Pins, needles or numbness in your pinky and ring finger? Tight neck and chest muscles? You may be suffering from Thoracic Outlet Syndrome or TOS. In this article we explain what TOS is, common causes of TOS, symptoms of TOS, what you can do right now for TOS, what your physio/osteo will do for TOS, how TOS is diagnosed and how long until TOS gets better!
If you’re finding this article too long, check out this short video with Dr. Abbey Davidson (Osteopath) on Thoracic Outlet Syndrome:
What is Thoracic Outlet Syndrome or TOS?
Thoracic Outlet Syndrome or TOS is a group of disorders that stem from pressure being placed on the neurovascular bundle (arteries, nerves and veins) that supply the arm. The thoracic outlet is the passageway from the neck base to the armpit. It is formed by the collar bone, first rib, trapezius, sternocleidomastoid (SCM), subclavius, pectoralis and scalene muscles. Passing through the thoracic outlet is the subclavian vein, subclavian artery and brachial nerve plexus.
Narrowing of the thoracic outlet like with poor desk posture, overhead activity or trauma; results in less room for the neurovascular bundle. This can result in pressure or compression of these arteries, veins and/or nerves and symptoms in the same arm and hand.
TOS is more common in women than men and is usually occurs between 20-50 years of age. Several professional baseball and basketball players have suffered with this condition but it also common in desk workers and other repetitive strain occupations.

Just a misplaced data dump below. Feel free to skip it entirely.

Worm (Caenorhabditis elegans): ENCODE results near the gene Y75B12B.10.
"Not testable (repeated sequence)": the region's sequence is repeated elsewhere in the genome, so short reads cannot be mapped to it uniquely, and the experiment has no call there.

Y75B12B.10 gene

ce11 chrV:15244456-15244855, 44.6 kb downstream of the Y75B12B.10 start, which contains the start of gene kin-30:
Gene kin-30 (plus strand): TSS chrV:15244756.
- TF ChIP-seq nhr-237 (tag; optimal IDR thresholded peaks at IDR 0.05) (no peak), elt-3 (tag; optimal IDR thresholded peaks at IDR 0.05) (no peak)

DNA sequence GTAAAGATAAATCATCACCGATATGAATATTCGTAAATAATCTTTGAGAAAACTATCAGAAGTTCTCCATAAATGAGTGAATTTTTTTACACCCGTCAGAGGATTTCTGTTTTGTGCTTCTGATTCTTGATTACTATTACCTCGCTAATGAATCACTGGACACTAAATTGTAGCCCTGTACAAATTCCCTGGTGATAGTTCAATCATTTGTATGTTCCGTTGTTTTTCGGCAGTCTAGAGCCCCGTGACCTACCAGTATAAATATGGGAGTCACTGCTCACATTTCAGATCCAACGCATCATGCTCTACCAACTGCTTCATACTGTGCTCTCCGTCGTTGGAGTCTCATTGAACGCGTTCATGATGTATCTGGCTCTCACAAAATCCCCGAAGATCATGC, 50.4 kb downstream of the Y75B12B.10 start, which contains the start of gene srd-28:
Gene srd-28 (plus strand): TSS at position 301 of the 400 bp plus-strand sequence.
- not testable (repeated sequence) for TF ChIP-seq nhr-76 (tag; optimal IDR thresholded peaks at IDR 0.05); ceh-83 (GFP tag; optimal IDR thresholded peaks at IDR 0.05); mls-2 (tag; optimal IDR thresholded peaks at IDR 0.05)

Causes of Thoracic Outlet Syndrome:
TOS occurs in approximately 1% of the population; common causes of TOS include:
- Trauma (car accident/whiplash)
- Repetitive micro-trauma (job or hobby related)
- Anatomic difference (e.g. cervical rib)
If you have a suspicion you may have TOS it is important to have a trained professional assess and diagnose the cause of your symptoms. After you have been diagnosed, appropriate management/treatment can commence to resolve TOS.
Signs and Symptoms of Thoracic Outlet Syndrome:
TOS mainly effects the upper limbs. Some common signs and symptoms of TOS include:
- Shoulder, neck, arm and hand pain
- Shoulder, arm and hand weakness
- Pins, needles and numbness (especially in the pinky/ring finger)
- Coldness, paleness and discoloration of the fingers
- Tightness in neck and chest muscles
Symptoms affecting the arm that stem from the neck can also indicate a range of other diagnoses. If you are concerned you are suffering from Thoracic Outlet Syndrome it is important to be assessed by your physiotherapist, osteopath or other health professional.
What you can do right now for Thoracic Outlet Syndrome?
If it has been confirmed that you are indeed experiencing TOS here is some simple advice to help with your recovery. Rest, stretching and postural exercises are a good place to start.
If you have TOS consider rest. This doesn’t mean limit yourself to bed rest but instead avoiding activities which narrow the thoracic outlet. This includes overhead repetitive motions or activities where you are really straining your neck (e.g. lifting heavy weights at gym). This may mean discussing with your boss alternate duties or with you coach for alternate drills.